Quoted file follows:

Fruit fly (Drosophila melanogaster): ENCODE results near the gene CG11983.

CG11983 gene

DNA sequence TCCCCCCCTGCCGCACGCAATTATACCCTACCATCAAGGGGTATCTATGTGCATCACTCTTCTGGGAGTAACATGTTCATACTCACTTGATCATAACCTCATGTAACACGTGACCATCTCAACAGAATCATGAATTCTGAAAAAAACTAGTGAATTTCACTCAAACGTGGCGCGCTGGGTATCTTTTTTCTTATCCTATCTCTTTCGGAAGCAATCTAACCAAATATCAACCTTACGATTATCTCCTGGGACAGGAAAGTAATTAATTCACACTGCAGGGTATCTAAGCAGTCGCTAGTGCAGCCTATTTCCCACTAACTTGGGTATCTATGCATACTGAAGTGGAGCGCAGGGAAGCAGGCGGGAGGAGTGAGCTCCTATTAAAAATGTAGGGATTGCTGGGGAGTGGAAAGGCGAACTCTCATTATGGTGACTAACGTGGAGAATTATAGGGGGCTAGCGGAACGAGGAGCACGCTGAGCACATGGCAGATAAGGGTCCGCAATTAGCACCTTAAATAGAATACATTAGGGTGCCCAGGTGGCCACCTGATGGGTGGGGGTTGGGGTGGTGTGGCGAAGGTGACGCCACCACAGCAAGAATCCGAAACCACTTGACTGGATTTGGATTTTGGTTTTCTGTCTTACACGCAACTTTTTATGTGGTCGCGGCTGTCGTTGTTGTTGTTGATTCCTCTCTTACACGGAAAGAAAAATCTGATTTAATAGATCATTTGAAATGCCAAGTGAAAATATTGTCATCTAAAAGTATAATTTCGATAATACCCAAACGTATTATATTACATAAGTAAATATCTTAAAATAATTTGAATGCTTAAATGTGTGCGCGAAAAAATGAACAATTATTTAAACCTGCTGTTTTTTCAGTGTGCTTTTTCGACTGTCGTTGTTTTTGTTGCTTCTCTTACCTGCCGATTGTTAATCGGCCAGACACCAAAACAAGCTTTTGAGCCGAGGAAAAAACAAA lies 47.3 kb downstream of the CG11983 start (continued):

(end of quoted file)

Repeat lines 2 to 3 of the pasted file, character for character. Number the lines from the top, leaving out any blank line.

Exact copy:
CG11983 gene

DNA sequence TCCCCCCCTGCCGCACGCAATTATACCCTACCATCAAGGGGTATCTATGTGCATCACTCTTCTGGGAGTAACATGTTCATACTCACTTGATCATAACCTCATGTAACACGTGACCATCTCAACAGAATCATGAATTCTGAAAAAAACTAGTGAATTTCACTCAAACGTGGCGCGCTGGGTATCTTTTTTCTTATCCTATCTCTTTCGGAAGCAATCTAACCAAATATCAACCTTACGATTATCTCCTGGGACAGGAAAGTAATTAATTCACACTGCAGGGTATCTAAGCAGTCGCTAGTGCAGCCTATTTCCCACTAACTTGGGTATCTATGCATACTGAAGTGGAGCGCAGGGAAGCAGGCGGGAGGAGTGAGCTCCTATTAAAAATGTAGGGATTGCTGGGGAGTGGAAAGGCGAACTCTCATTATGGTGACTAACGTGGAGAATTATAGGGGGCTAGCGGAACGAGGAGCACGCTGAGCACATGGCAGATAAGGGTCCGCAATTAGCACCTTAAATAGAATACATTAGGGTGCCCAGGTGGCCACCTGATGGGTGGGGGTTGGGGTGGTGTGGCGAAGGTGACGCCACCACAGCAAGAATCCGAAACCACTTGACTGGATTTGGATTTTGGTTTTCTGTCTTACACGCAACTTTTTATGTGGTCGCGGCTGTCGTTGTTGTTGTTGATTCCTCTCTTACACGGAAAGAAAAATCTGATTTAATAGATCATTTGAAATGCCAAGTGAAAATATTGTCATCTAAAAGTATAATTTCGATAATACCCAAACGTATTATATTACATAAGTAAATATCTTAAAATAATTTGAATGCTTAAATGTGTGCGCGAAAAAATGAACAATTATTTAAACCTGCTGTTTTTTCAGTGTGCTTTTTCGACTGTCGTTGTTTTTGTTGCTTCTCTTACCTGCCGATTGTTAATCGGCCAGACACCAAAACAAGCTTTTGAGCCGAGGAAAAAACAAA lies 47.3 kb downstream of the CG11983 start (continued):